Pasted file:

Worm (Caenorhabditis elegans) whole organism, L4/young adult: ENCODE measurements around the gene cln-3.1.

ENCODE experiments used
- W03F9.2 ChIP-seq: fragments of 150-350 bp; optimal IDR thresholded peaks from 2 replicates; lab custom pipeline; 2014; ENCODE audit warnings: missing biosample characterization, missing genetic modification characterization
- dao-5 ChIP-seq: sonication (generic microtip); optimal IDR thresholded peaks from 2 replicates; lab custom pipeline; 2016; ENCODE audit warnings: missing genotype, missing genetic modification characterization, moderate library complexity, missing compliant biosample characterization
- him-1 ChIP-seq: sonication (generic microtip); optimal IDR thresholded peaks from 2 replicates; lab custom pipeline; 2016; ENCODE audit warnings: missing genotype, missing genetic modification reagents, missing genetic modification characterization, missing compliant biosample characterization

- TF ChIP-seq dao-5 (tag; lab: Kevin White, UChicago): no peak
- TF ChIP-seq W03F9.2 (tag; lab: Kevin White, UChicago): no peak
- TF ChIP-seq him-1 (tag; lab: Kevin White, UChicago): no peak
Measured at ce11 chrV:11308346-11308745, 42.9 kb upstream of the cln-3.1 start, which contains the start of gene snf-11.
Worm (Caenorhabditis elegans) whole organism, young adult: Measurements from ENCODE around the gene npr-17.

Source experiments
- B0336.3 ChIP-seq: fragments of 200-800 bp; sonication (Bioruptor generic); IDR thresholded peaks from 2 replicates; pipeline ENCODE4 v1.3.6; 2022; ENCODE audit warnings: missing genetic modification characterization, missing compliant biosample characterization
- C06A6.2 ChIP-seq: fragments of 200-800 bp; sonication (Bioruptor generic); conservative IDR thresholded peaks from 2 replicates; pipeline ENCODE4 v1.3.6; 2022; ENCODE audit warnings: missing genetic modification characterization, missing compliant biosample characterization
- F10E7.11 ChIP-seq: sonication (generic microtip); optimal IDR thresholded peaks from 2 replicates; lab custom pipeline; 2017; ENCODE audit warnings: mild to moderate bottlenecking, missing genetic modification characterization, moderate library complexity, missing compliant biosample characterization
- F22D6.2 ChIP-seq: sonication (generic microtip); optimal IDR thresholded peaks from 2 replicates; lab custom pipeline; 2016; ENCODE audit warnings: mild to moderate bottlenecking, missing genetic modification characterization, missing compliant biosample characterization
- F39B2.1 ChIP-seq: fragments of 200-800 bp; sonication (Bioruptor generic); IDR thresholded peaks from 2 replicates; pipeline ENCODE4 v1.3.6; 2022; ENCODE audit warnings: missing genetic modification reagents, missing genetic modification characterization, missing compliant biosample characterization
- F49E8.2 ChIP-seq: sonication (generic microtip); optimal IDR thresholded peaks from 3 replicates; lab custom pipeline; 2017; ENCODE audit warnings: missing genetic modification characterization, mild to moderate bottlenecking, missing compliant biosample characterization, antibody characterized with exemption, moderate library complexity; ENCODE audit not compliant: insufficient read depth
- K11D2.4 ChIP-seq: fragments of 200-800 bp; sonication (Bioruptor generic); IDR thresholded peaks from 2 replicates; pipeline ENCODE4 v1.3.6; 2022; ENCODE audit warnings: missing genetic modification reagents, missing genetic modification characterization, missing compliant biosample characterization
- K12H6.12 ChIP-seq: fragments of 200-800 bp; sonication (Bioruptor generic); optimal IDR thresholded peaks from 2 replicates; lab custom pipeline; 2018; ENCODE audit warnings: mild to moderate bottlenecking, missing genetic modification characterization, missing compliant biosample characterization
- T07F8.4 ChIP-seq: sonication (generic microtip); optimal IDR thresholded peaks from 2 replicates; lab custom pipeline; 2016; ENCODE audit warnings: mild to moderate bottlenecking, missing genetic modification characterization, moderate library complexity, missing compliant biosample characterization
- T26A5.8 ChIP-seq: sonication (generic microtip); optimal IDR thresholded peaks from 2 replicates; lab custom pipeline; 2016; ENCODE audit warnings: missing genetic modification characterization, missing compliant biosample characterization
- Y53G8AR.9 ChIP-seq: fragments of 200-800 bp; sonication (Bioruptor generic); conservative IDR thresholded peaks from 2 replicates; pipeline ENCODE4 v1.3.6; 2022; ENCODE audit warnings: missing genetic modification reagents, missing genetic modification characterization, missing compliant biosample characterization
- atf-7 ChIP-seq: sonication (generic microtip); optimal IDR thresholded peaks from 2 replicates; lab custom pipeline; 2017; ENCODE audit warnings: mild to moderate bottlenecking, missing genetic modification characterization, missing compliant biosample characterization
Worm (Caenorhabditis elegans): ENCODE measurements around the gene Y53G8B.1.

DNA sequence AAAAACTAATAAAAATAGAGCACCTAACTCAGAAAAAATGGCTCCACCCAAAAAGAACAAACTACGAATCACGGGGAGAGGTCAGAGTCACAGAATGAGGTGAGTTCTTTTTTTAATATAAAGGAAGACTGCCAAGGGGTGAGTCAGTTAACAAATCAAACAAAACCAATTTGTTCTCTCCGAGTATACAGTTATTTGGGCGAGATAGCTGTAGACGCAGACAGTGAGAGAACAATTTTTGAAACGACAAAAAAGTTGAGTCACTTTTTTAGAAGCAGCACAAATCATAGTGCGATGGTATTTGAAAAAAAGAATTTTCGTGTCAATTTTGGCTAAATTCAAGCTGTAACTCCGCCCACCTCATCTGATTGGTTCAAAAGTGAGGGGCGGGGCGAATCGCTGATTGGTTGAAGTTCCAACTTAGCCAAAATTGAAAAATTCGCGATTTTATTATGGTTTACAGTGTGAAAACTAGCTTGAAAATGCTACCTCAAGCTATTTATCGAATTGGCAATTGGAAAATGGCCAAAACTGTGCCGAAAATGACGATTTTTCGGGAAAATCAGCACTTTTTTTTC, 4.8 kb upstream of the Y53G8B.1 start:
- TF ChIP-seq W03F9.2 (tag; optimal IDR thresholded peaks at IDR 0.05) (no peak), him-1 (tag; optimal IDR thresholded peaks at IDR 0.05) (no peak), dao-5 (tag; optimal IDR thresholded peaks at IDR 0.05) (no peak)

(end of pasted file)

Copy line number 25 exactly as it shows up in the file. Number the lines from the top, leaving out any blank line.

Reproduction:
DNA sequence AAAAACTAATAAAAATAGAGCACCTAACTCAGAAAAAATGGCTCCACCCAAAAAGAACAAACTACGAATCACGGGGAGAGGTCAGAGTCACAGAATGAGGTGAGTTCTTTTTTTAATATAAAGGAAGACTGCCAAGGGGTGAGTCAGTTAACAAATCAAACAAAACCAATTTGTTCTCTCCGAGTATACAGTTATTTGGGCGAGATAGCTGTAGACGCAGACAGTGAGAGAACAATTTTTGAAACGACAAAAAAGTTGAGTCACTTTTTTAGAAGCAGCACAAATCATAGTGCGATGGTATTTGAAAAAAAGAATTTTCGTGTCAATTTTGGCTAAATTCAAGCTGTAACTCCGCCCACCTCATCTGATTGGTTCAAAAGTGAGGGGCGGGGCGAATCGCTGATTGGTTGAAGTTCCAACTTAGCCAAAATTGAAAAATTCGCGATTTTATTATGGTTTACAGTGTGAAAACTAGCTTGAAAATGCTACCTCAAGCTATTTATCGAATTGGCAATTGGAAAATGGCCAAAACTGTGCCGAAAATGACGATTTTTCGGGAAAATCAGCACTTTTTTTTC, 4.8 kb upstream of the Y53G8B.1 start: